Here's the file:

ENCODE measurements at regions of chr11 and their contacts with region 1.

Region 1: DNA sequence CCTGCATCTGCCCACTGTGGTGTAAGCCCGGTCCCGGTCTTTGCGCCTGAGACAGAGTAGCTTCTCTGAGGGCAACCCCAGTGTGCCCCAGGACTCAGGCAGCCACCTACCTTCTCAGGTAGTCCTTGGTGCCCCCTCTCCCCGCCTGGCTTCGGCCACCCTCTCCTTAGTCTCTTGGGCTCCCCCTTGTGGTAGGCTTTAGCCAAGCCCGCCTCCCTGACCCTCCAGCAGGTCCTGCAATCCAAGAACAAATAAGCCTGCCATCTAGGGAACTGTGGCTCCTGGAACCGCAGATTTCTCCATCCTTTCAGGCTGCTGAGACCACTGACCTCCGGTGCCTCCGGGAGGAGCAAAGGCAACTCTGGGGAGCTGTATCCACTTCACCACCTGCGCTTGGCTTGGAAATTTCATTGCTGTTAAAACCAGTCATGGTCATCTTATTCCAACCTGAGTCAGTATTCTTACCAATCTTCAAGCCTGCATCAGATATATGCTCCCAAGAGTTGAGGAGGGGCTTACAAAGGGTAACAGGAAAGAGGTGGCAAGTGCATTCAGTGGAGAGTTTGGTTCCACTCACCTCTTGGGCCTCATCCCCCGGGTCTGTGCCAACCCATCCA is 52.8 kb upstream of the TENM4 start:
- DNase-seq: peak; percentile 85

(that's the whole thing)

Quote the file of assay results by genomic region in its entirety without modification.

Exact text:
ENCODE measurements at regions of chr11 and their contacts with region 1.

Region 1: DNA sequence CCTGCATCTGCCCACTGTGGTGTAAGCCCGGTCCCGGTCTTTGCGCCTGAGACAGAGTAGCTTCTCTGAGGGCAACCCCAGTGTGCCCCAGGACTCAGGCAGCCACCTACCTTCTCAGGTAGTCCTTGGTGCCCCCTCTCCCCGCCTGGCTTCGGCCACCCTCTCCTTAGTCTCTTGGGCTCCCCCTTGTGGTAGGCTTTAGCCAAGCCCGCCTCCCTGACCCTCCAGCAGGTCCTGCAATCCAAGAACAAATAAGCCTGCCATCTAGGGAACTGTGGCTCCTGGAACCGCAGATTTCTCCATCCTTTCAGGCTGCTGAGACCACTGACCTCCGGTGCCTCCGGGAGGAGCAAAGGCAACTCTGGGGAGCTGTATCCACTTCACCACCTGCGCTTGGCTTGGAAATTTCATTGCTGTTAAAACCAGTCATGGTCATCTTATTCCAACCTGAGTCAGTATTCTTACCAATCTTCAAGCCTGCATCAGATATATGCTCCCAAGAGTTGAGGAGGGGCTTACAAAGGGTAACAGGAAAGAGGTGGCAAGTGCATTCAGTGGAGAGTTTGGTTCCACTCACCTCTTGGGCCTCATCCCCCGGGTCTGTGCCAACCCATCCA is 52.8 kb upstream of the TENM4 start:
- DNase-seq: peak; percentile 85